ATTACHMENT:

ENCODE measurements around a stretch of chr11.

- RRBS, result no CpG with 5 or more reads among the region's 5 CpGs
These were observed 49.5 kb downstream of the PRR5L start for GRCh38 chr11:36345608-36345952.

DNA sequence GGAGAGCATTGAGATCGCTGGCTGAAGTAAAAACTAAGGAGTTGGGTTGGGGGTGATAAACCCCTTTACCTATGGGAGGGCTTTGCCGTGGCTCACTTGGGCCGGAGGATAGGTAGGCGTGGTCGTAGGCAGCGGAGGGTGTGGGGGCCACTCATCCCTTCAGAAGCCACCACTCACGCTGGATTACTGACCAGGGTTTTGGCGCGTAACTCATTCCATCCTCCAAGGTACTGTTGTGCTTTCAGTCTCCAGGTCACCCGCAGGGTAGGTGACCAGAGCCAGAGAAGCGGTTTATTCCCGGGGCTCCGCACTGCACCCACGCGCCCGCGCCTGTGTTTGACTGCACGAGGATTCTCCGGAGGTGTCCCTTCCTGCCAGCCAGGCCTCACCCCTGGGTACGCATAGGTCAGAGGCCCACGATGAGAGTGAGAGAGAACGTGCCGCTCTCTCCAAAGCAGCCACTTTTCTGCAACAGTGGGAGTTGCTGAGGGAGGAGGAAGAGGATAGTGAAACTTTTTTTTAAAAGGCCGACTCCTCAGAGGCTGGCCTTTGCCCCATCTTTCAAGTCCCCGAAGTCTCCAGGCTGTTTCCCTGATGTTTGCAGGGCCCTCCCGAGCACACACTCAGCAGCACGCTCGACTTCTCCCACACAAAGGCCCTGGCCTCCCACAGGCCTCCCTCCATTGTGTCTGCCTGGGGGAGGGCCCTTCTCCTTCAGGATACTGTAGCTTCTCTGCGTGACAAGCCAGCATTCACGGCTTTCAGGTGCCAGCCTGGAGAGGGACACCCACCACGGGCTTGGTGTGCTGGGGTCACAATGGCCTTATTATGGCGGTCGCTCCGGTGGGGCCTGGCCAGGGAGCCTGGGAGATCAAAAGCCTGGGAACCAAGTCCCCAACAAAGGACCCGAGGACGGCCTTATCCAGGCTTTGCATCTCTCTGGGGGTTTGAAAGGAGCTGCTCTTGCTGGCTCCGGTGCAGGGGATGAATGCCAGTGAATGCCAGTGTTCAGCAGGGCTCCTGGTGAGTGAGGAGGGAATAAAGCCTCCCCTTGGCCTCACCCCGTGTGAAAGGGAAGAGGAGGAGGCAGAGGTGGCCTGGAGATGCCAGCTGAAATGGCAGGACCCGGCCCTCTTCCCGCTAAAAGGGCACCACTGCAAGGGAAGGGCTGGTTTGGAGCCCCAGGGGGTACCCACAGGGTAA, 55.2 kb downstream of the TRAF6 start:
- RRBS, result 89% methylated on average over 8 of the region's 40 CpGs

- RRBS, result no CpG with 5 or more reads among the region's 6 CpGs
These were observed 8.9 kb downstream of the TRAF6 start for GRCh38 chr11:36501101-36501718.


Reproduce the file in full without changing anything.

ENCODE measurements around a stretch of chr11.

- RRBS, result no CpG with 5 or more reads among the region's 5 CpGs
These were observed 49.5 kb downstream of the PRR5L start for GRCh38 chr11:36345608-36345952.

DNA sequence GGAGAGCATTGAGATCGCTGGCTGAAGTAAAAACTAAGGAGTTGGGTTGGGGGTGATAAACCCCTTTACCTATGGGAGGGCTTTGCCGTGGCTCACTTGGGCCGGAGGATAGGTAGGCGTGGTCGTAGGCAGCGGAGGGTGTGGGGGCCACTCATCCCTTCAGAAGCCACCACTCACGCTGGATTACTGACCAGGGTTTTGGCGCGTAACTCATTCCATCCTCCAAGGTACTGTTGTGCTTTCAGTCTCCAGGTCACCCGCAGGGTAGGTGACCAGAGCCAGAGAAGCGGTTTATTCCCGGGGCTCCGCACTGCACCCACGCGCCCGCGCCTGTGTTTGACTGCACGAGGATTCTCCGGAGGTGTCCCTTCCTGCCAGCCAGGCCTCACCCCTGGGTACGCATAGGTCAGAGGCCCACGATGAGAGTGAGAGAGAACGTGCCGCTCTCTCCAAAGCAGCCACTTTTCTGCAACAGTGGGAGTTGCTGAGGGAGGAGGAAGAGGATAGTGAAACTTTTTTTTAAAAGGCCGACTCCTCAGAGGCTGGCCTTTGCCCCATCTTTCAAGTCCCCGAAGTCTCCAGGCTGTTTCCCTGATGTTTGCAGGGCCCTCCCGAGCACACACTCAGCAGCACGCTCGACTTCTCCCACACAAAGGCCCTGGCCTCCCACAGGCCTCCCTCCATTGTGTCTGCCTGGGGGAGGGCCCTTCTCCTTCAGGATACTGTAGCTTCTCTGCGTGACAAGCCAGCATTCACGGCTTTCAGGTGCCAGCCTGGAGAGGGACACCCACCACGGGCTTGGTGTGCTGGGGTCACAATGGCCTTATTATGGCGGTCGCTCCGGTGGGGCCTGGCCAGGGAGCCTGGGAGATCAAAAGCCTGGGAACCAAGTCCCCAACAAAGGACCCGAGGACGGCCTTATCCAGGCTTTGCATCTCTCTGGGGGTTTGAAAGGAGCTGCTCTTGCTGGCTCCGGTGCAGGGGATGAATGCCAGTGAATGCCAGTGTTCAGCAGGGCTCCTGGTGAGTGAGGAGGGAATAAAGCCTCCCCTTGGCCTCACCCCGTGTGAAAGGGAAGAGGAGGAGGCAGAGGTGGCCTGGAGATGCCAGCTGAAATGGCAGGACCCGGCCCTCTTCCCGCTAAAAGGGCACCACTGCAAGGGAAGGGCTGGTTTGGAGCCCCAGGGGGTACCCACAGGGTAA, 55.2 kb downstream of the TRAF6 start:
- RRBS, result 89% methylated on average over 8 of the region's 40 CpGs

- RRBS, result no CpG with 5 or more reads among the region's 6 CpGs
These were observed 8.9 kb downstream of the TRAF6 start for GRCh38 chr11:36501101-36501718.